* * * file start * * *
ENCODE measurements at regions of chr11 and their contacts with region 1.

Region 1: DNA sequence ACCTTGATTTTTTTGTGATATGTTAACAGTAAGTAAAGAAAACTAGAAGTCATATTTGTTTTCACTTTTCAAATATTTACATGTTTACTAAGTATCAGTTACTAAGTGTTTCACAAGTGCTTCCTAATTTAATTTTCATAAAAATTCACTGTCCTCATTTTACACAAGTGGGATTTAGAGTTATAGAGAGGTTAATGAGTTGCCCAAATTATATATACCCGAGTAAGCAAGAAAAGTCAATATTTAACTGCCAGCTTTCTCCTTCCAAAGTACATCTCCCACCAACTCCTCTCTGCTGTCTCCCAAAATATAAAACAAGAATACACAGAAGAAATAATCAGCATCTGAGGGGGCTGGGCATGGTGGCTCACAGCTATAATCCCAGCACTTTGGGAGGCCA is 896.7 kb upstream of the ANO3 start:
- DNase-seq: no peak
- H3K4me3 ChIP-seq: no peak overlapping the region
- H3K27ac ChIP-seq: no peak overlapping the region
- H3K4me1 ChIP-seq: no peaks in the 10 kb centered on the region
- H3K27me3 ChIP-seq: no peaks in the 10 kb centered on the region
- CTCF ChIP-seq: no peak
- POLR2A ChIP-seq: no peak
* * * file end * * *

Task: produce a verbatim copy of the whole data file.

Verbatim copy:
ENCODE measurements at regions of chr11 and their contacts with region 1.

Region 1: DNA sequence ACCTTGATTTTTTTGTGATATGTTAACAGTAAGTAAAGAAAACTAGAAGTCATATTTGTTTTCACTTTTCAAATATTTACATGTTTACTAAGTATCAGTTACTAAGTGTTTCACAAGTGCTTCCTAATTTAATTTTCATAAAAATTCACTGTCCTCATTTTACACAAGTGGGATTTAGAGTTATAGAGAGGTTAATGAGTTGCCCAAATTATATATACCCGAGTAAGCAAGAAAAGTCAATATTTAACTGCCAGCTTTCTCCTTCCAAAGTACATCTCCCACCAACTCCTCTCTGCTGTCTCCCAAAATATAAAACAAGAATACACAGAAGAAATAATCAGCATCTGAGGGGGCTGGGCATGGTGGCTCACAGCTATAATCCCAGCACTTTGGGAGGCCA is 896.7 kb upstream of the ANO3 start:
- DNase-seq: no peak
- H3K4me3 ChIP-seq: no peak overlapping the region
- H3K27ac ChIP-seq: no peak overlapping the region
- H3K4me1 ChIP-seq: no peaks in the 10 kb centered on the region
- H3K27me3 ChIP-seq: no peaks in the 10 kb centered on the region
- CTCF ChIP-seq: no peak
- POLR2A ChIP-seq: no peak